By Pamela Chan
September 17, 2015
Caption : This week, a derogatory term has re-emerged—“anchor babies.” The term is gaining traction on the 2016 presidential campaign, and as candidates debate immigration policies, some want to end the practice of granting citizenship to anyone born in the United States. Others offer alternative solutions. Some of us, however, just need to get a better grasp on the situation.     

Recently, a derogatory term has re-emerged—“anchor babies.” The term is gaining traction on the 2016 presidential campaign, and as candidates debate immigration policies, some want to end the practice of granting citizenship to anyone born in the United States. Others continue to offer alternative solutions. Some of us, however, just need to get a better grasp on the situation.

Known as “birthright citizenship,” which delineates from the 14th Amendment of the U.S. Constitution, the current controversy stems from the notion that the immigrant parents of American-born children are hoping to gain legal status through them.

Despite the heated reputation the term holds, politicians far and wide seem to be embracing it, causing further controversies, turmoil, and debates all around. Multiple Republican presidential candidates have followed Trump’s lead in its use while Democrats have shared different opinions. The situation is indeed a mess for the entire nation. For those who are still up in the air about it all, here are a few details to provide further explanation.

Past And Present: Where Did The Term Come From?

The book “Race and Racism in the United States: An Encyclopedia of the American Mosaic” notes the term was first used to describe the children of Vietnamese immigrants who escaped conflict in the 1980s and 1990s (in relation to what was originally coined as ‘anchor child’). At the time, the idea was that children were dropped off “like an anchor” in the U.S., making it more unlikely for the child’s family to leave. In later years, the metaphor would also let anchor babies form a chain migration allowing them to sponsor other immediate family members.

It has been used in the 21st century on “extreme right-wing and anti-immigrant sites” mainly to oppose undocumented immigrants, according to a 2011 “Journal of Computer-Mediated Communication” study. By 2006, conservative lawmakers were using the term in their attempts to pass anti-immigration bills through the House and Senate. These days, “anchor baby” seems to paint the portrait of pregnant women (mainly Latinos and Asians) crossing, or as many put it, ‘hopping’ over a border wall to give birth in America in order to claim legal status through their new familial ties.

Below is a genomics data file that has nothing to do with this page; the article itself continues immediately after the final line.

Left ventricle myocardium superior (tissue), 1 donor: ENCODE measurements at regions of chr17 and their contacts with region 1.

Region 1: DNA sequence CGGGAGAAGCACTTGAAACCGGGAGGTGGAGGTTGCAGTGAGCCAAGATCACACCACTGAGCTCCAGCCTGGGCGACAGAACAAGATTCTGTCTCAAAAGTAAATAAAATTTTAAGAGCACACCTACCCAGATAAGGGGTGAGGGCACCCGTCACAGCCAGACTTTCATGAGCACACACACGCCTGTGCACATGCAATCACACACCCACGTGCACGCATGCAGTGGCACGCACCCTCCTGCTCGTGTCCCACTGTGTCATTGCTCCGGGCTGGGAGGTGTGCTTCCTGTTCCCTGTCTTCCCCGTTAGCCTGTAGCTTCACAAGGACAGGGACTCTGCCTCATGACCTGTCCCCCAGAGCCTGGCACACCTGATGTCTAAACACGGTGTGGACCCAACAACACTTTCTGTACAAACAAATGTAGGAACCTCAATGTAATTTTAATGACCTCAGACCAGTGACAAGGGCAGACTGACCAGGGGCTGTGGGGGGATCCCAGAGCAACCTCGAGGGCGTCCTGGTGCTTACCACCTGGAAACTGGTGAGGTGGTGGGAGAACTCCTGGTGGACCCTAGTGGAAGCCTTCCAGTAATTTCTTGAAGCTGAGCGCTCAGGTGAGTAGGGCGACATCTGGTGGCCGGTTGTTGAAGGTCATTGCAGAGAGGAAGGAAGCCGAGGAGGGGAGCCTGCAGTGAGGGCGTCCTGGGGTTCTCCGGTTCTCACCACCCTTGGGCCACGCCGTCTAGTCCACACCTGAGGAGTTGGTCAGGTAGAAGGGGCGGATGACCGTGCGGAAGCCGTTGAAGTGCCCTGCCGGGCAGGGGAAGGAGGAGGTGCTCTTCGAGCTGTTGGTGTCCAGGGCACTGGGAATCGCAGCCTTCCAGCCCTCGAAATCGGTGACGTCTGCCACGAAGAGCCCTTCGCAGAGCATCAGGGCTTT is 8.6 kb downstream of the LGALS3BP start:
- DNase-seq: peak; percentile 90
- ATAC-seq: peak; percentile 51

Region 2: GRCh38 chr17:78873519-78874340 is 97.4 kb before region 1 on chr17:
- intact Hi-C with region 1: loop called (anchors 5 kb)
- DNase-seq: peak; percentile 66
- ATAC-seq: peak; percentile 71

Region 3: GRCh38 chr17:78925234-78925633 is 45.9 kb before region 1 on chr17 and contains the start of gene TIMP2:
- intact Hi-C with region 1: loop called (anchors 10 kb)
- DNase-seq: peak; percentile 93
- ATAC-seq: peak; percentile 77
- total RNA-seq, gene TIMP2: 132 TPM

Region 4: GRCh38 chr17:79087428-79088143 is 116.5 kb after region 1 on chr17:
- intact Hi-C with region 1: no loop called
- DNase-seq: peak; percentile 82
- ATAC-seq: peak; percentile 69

Problems And Concerns: Offensive, Yes Or no?

Use of the term is considered to be dehumanizing and racist. Unlike its counterpart “illegal,” “anchor baby” implies rather clearly that undocumented immigrant mothers are having children in the United States with the sole purpose of gaining citizenship.

Immigration advocates like Mary Giovagnoli, the Director of the Immigration Policy Center, find it incredibly offensive, a “wholly American term, one mired in the politics of anti-immigrant rhetoric.” In the same article, written in 2011 for the American Immigration Council, Giovagnoli also found the term to be “poisonous” and demeaning to “both parent and child.” Attorney and USA Today contributor Raul Reyes points out in a CNN article the “sting” of this term, saying the word “’anchor baby’ is a disgusting slur. It is inaccurate as well as offensive. It is dehumanizing to Latinos, immigrants and children who are as American as you and me.”

In regards to Asian Americans, Rep. Grace Meng of New York told reporters in a recent call she takes particular issue because it pits “one group against the other.” Erika Lee, the director of the Immigration History Research Center, mentioned at the University of Minnesota that “there seems to be very little effort to mobilize the Asian-American vote. So to have Asian-Americans enter into this debate as potential ‘anchor babies’ is—people feel like it represents the disregard that politicians have for Asian-Americans.”

Myth? Truth? Fact? Decide For yourself.

Like it or not, the very idea that any woman can come into this country to “drop and leave” American citizens is hardly realistic. First off, “having a baby to secure citizenship for its parents is an extremely long-term, and uncertain, process,” Politifact pointed out in a 2010 article. Citizen children cannot sponsor parents until they turn 21 and bearing U.S. citizen children does not guarantee that families will not be visited by immigration authorities. And finally, as the Washington Post so boldly emphasizes, using a child to secure one’s own citizenship is not only a tedious and time-consuming plan, but one that often produces no immediate outcomes, guarantees, or results. Something to think about.

Get updates on these issues and more! Sign up to receive email updates on the latest actions, events, and updates impacting 18- to 35-year-olds.